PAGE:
The way parents’ beliefs on child development support the elaboration of practical inferences during everyday child-rearing episodes was examined. We contrasted two models based respectively on the classical and the connectionist view of schema approaches. According to the classical view, parents activate preformed packages of beliefs in order to produce inferences whereas under the connectionist view, they activate the network of interconnected episodic traces that better fits the information provided by the situation. In the former case, the quality of the inferences depends on the activation of the proper schema whereas in the latter case it depends on the structure of the information given.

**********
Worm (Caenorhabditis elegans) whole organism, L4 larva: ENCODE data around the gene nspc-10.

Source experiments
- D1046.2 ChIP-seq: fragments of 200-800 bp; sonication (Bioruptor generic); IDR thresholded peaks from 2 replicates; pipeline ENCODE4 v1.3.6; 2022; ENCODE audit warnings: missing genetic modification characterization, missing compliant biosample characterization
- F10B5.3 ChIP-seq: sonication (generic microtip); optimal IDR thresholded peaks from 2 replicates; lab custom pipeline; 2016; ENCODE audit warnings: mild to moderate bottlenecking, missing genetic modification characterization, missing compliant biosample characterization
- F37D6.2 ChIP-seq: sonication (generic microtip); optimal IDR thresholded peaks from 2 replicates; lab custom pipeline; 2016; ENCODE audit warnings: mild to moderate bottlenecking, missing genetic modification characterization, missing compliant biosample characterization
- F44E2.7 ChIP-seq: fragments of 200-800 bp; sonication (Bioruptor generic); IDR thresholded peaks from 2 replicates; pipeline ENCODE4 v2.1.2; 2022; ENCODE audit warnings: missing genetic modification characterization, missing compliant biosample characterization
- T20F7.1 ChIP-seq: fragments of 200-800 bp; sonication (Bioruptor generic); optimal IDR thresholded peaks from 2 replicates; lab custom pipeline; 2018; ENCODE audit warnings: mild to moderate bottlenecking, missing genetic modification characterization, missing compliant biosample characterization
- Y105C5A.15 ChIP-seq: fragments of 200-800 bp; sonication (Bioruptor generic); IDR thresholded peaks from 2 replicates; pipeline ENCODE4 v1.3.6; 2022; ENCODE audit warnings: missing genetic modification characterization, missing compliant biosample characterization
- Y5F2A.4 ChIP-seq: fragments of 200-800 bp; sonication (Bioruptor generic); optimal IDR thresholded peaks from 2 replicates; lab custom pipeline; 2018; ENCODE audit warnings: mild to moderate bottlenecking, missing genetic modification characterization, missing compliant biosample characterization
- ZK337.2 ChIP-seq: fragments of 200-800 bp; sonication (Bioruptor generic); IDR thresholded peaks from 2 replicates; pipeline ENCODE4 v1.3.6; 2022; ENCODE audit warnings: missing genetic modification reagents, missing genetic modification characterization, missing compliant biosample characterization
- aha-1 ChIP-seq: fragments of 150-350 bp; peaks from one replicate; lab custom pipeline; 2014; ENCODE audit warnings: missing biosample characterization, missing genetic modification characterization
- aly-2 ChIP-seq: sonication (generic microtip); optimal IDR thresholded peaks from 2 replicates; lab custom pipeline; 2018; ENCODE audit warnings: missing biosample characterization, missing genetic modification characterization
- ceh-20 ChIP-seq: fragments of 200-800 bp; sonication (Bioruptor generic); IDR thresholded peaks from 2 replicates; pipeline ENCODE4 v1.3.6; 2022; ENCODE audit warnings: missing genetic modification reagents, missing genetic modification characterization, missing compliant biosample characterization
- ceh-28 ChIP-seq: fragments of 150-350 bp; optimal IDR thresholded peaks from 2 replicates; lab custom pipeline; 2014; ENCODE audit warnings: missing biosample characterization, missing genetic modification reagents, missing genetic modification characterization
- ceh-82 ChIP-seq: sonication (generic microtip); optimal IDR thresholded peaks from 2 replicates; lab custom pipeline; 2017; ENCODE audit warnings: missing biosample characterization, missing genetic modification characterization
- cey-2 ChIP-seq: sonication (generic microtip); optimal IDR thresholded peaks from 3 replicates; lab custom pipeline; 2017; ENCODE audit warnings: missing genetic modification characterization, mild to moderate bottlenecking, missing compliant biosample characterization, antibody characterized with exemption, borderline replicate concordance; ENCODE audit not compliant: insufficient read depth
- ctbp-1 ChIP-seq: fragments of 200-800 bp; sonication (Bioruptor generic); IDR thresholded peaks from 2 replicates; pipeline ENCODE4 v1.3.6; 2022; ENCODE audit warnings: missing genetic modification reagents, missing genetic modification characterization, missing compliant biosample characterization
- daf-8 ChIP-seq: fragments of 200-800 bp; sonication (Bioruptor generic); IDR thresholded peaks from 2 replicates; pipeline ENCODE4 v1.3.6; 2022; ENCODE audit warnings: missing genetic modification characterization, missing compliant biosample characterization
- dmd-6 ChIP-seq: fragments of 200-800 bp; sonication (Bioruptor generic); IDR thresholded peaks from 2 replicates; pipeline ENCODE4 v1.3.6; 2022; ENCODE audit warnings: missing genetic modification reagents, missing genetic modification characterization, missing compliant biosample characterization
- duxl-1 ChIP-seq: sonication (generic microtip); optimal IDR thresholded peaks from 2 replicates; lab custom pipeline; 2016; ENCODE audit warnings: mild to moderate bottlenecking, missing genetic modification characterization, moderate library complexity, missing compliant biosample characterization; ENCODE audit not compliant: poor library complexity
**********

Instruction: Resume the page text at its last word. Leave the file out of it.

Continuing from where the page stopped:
Two experiments were designed in which parents holding a particular global belief about child development (either constructivism or environmentalism), were presented with a target couple with similar or different views with respect to them. In Experiment 1, constructivist parents bearing in mind the couple’s belief had to judge a set of words describing the couple’s image as parents, their educational goals as well as a number of sentences describing the couple’s child-rearing practices during hypothetical episodes. In Experiment 2, environmentalist parents had to judge the couple’s practices and the amount of information presented about the couple’s ideas as well as its plausibility were manipulated. The results indicate that the accuracy and speed in the production of inferences depends on the information presented in the task. When the information is embedded in episodes and a full, plausible and distinctive account of the couple’s belief are provided, then the production of inferences is performed faster and with more accuracy. The results are discussed in terms of the classical and connectionist views of schema approaches.